| Neeranjan Bhaskar eats a snake in Ranchi. Picture by Hardeep Singh
Painters are known for their idiosyncrasies but Neeranjan Bhaskar is dead serious when it comes to snakes.
The 35-year-old has snakes, in all shapes and sizes, alive and slithering, round the year, one everyday.
Bhaskar, who is a vegetarian otherwise, claims to have gobbled up more than 4,000 snakes, including different types of cobras and kraits, since childhood.
Every morning, Bhaskar hunts for snakes on the banks of the Ghagra. The first time he ate a raw snake was when he was seven.
“It was the monsoon of 1977. I was a student of Bal Brahmachari High School in Ranchi,” recounted Bhaskar, “A dhor snake attacked me. I tried hard to fight it off, but the snake did not leave me. When I did not find a way to get rid of it, I bit the snake, in a fit of anger and pain. I continued biting it and finally ate it.”
The first experience was interesting, said the painter, and added that the snake’s blood tasted like raw milk. “Since that day, I started eating a snake everyday,” he says.
Bhaskar’s parents remained ignorant about their son’s appetite for snakes for at least seven years. “My father noticed it when I was 14-years-old. He tried to stop me. But I had already developed an addiction for the snakes,” he said.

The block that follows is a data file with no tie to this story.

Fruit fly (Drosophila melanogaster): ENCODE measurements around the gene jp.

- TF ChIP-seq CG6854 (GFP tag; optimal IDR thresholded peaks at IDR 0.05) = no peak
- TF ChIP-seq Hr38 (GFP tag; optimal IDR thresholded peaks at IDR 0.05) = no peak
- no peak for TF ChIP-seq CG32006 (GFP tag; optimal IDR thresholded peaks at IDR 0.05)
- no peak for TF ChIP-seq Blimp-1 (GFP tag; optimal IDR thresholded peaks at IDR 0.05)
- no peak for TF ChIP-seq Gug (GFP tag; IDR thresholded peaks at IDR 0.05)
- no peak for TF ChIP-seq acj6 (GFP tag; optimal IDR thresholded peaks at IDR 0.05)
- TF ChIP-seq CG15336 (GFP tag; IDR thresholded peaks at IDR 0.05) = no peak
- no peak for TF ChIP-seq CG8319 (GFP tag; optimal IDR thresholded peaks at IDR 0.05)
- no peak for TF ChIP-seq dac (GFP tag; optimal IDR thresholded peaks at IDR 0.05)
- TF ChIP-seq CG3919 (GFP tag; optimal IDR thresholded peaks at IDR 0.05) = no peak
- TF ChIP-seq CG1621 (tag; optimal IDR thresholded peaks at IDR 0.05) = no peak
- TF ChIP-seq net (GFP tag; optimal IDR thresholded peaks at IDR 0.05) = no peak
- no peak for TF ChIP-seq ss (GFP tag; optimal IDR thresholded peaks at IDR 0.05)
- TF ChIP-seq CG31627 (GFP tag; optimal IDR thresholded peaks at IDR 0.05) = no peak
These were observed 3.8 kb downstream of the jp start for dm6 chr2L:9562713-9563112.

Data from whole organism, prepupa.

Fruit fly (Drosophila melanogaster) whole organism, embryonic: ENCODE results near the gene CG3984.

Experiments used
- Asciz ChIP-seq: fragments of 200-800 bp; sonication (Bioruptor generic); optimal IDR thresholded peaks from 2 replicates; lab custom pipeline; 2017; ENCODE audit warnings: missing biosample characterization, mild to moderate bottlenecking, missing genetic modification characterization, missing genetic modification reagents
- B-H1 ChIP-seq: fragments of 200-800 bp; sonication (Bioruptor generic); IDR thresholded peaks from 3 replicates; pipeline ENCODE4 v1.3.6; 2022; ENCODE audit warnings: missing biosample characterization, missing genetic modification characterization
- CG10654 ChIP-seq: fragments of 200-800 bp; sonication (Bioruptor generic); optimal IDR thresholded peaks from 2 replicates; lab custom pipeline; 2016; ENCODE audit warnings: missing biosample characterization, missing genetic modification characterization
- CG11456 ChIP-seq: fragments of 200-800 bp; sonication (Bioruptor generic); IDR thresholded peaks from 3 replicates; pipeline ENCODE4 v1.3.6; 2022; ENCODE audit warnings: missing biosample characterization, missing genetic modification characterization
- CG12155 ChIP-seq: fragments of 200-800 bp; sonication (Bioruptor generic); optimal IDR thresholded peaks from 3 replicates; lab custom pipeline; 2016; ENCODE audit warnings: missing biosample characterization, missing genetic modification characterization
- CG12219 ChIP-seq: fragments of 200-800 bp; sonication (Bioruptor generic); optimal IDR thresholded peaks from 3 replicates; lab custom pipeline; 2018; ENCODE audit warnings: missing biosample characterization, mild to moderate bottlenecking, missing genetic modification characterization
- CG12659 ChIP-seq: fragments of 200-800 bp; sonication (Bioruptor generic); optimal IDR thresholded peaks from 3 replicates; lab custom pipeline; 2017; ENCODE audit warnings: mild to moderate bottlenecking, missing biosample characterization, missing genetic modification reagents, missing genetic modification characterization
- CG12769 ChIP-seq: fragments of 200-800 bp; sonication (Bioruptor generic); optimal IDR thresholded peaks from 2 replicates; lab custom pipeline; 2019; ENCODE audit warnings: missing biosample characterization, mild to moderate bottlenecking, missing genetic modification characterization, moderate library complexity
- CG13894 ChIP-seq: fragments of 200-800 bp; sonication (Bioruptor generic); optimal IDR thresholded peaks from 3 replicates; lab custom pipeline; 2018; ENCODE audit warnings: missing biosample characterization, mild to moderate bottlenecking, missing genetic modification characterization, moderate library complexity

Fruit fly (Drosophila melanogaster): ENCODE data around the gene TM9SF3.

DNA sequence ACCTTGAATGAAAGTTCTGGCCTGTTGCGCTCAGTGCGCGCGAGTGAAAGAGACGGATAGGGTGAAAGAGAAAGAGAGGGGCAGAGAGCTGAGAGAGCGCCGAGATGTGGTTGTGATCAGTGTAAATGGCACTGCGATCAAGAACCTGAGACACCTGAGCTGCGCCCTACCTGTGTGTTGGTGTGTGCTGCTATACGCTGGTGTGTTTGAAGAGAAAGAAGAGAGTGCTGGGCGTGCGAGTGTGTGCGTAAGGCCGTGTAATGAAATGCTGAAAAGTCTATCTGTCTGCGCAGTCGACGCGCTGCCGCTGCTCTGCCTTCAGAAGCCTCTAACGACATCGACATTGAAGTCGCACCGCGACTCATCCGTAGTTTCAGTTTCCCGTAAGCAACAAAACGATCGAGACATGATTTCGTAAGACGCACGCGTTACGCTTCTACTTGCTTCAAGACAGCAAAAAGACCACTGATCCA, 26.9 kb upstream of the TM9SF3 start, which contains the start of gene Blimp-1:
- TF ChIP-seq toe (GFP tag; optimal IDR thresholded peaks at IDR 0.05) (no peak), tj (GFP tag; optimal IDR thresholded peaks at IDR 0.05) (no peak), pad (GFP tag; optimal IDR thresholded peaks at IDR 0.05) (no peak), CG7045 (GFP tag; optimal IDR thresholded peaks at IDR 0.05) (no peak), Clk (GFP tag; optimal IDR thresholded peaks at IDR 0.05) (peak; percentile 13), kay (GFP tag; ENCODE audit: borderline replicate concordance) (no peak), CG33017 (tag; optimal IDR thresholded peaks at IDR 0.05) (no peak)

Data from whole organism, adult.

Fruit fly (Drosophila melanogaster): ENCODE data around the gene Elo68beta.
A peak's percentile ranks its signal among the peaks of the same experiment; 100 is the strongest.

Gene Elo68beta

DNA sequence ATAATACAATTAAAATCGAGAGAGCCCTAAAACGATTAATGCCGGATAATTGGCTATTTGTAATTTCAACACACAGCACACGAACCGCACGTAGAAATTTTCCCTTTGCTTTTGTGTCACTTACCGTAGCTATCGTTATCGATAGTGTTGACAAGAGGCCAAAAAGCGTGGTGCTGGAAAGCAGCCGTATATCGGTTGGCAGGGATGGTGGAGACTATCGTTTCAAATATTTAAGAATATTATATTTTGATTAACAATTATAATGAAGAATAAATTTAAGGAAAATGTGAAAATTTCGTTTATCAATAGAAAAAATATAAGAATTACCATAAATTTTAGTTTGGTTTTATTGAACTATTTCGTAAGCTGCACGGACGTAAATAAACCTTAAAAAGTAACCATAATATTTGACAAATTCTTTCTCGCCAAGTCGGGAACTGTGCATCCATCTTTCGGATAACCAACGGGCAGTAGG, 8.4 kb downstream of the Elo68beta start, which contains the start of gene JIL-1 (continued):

He gave a live demonstration before a team of journalists in Ranchi by catching a dhamin from the banks of the Ghagra.
He finished chewing the reptile in 15 minutes. Amused people looked at him as the painter looked around for snakes in the holes, under the rocks and in cracks on the riverbank.
Finally, he caught a pair of dhamin but let one go. Then he realised that one of the snakes had bitten him on his right hand. But an unfazed Bhaskar said it was nothing serious, as the venom would cause him no harm.
Bhaskar, originally from Arah district in Bihar, wants to get himself into the Guinness Book of World Records. “The present world record of living with deadly snakes is for 32 days. But I am sure I can stay with the reptiles for 40 days at a stretch if given a chance,” he said.
He had to face problems because of his eating habits. “Doctors at Sadar Hospital did not entertain me when they came to know that I ate live snakes,” said Bhaskar, who had gone there to get treated for typhoid.
Bhaskar is married and has four daughters, whom he has trained to deal with snakes without fear. “They do not eat snakes but play with them,” he said.